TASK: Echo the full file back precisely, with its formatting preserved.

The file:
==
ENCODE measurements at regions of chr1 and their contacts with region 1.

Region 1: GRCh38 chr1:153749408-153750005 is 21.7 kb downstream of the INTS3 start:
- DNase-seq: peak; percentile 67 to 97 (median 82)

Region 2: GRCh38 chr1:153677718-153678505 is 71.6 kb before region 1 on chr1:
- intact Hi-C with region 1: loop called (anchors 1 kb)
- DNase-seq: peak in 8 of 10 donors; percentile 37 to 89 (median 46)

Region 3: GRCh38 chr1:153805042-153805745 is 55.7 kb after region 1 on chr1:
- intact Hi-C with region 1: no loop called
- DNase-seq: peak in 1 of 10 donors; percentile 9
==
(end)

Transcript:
ENCODE measurements at regions of chr1 and their contacts with region 1.

Region 1: GRCh38 chr1:153749408-153750005 is 21.7 kb downstream of the INTS3 start:
- DNase-seq: peak; percentile 67 to 97 (median 82)

Region 2: GRCh38 chr1:153677718-153678505 is 71.6 kb before region 1 on chr1:
- intact Hi-C with region 1: loop called (anchors 1 kb)
- DNase-seq: peak in 8 of 10 donors; percentile 37 to 89 (median 46)

Region 3: GRCh38 chr1:153805042-153805745 is 55.7 kb after region 1 on chr1:
- intact Hi-C with region 1: no loop called
- DNase-seq: peak in 1 of 10 donors; percentile 9